I’m sure I’ve talked about how severely left-brained I am, but in case you didn’t read those posts, or have forgotten what I said, I’ll do a short recap here. The left side of the brain is primarily responsible for thinking and logic; the right side is the creative side, the part of the brain where dreams come from. I was employed as a computer programmer before I retired. A very left-brained occupation. Writing requires using more of the right brain.
My left brain has been very happy for the past two months as I edited and formatted and set up “A Game of Murder” on Amazon. I’ve created Facebook posts and tweeted and participated in a Facebook event to promote this latest book. Even as I did this, my right brain was crying, “What about me?”
So, throughout this process, I promised my right brain that once I was done with launching the book, I’d give her a new toy.
In case you hadn’t heard, adult coloring books are all the rage. Mostly Books, the local independent book store that carries my mysteries, even has a monthly coloring night. You bring—or buy—your own coloring book, and they supply the colored pencils, gel pens, and markers, as well as a space and company to do this activity. I decided the new toy would be a coloring book and colored pencils.
In my left-brained fashioned, I spent a lot of time browsing the coloring books on Amazon, reading reviews, looking at photos of the pictures inside. Of course, I wound up with one called Creative Cats. There was no avoiding it. Just as, given a choice between two articles of clothing or two book covers or two coffee mugs, it’s a fair bet I’ll choose the blue one, choosing which kind of pictures I wanted to color inevitably led to the one with cats.
Then I had to decide what to color the pictures with. More research. In this case, I had to balance cost against utility. It was very tempting to buy both colored pencils and gel pens. Even after I decided to only buy pencils this time, there were 36 packs, 48 packs, even an assortment of 150 colors! Reminding myself that I often start projects like this but don’t keep them up, and that eight Crayola crayons had been sufficient for my eight-year-old self, I decided on the 24 pack of Prismacolor Premier Colored Pencils.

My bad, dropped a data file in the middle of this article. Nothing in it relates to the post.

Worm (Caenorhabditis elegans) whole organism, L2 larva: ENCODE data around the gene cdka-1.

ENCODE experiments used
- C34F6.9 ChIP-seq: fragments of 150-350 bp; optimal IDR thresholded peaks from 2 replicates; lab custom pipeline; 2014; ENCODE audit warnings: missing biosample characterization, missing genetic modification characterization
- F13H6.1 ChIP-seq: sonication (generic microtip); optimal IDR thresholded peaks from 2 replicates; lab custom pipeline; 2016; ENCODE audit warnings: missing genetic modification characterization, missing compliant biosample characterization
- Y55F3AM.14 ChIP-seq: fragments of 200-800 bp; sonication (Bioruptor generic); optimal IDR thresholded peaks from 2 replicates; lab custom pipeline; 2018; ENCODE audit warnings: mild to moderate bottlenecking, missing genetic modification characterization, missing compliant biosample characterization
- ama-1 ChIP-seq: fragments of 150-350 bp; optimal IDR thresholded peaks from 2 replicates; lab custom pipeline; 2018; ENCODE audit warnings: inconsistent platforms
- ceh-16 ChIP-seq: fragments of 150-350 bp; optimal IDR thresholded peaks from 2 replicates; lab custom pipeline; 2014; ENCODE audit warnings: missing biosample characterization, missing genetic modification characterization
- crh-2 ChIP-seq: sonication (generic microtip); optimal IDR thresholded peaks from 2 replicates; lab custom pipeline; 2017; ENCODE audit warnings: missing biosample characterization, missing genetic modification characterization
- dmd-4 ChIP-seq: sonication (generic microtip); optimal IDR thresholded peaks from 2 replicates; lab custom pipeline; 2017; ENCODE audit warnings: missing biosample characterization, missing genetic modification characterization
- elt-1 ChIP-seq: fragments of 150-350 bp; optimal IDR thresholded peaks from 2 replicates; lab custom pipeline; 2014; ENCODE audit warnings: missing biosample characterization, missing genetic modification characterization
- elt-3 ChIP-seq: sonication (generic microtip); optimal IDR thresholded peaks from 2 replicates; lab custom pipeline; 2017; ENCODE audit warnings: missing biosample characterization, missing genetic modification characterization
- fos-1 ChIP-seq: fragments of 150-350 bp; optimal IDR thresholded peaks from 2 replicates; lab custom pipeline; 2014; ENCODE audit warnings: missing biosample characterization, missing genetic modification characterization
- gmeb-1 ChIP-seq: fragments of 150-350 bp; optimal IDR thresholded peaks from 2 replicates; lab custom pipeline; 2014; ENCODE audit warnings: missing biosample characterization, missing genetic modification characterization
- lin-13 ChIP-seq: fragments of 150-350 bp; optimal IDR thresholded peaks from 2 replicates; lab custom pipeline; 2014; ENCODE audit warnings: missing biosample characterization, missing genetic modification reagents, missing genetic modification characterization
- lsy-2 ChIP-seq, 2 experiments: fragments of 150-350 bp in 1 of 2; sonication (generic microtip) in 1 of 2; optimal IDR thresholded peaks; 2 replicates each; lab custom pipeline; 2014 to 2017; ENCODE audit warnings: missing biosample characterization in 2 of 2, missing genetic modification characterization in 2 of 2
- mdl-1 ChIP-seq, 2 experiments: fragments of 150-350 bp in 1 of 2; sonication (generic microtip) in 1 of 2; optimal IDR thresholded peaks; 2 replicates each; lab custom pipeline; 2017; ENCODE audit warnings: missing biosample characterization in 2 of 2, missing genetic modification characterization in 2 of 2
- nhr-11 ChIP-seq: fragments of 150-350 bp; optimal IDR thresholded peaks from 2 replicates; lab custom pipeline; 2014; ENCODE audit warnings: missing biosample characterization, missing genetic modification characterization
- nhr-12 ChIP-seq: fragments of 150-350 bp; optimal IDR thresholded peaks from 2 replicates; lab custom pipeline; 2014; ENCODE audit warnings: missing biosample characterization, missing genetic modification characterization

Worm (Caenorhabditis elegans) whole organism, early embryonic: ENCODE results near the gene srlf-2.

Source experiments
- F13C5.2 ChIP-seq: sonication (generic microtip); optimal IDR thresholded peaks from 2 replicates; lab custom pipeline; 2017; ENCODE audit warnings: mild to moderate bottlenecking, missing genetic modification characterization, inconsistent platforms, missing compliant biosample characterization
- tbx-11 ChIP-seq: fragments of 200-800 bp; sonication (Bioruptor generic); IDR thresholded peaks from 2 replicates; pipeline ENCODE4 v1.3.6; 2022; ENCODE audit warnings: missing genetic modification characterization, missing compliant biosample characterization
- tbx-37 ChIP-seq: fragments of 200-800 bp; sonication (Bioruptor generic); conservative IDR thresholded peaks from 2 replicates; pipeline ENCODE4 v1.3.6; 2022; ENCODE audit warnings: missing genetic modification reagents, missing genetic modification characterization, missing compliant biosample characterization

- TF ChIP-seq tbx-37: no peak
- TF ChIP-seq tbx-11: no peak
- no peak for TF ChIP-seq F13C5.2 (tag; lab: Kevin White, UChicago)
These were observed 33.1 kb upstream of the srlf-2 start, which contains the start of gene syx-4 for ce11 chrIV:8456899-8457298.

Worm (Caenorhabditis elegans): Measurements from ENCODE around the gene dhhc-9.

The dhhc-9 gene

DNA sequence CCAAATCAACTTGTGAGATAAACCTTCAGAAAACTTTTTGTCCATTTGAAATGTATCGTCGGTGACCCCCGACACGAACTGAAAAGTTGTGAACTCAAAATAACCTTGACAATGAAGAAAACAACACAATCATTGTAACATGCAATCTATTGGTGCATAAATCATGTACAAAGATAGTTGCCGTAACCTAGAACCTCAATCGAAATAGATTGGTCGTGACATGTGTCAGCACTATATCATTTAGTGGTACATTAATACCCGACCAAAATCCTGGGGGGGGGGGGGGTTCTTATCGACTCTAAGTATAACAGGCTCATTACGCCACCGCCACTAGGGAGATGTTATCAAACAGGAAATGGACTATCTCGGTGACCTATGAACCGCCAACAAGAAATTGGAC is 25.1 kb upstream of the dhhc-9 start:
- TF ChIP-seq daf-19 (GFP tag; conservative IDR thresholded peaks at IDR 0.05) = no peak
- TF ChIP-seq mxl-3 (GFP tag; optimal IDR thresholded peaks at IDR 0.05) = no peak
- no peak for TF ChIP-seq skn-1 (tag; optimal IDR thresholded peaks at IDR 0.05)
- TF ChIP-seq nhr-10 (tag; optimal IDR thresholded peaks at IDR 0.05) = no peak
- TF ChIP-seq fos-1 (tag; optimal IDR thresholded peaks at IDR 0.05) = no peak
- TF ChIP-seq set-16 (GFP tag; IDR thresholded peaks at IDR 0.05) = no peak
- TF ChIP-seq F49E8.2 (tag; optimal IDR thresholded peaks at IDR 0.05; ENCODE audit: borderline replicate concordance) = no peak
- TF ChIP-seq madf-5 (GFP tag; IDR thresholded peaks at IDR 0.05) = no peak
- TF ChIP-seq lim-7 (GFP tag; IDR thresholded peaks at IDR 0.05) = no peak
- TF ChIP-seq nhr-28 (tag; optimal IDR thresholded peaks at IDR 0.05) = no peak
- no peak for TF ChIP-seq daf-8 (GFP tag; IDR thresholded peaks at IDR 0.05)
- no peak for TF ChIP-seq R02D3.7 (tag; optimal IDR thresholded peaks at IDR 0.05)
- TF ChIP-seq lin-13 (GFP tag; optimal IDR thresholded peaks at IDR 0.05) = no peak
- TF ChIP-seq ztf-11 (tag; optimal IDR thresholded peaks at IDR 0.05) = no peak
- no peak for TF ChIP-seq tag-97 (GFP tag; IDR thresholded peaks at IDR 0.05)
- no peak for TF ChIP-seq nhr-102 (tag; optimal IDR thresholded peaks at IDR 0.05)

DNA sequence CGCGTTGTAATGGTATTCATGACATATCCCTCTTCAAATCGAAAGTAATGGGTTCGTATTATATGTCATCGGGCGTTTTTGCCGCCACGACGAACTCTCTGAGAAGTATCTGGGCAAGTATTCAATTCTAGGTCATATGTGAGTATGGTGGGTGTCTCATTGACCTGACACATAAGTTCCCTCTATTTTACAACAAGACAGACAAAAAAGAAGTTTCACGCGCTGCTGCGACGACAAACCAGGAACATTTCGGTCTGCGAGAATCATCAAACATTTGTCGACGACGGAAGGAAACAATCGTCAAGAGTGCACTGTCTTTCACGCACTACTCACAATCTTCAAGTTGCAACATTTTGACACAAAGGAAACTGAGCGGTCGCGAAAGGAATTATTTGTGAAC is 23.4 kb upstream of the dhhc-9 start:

Now that I’ve started coloring for an hour in the morning, I’ve been surprised by what stands out most to me: the colors!
I’ve realized that I spend most of of my time in a colorless world. I type in black letters on a white screen. I read on my Kindle PaperWhite or on a sepia-toned screen on my iPad Mini. Or a book, which again is black letters on cream-colored paper.
Although greener now than usual, the view outside my window has limited color. It’s a desert. It’s mostly brown, except for when the cactus bloom in the spring. I get very excited when an Arizona cardinal perches in one of the trees, even though Arizona cardinals are a duller red than the Eastern kind.
There’s a section in the right side of my brain that’s sucking in the colors through my eyes and lighting up with glee. I’m trying out the different pencils, seeing how the colors look on the page, experimenting with which ones go together and which ones clash. It’s creativity of a different sort than the kind I use for writing stories. It’s helping me transition from all those left-brained tasks to the very right-brained task of creating a new story.
Doing this over the past few days has brought back memories of sitting on the stoop on hot summer afternoons, sharing a coloring book and crayons with a girlfriend. She’d color the picture on the left-hand page while I colored the one on the right. Or vice versa. I vaguely remember intense discussions on who would color which picture before we started. Then we’d work on our “masterpieces” side-by-side, in silence, until we finished those and had to decide what pictures to color next.
This kind of play is necessary for me. Creativity is a messy activity. You have to be free to think of the most outrageous things in order to come up with something new. So, while I organize my notes and take another class and put together a project plan, I’m also coloring in my coloring book. It’s play time.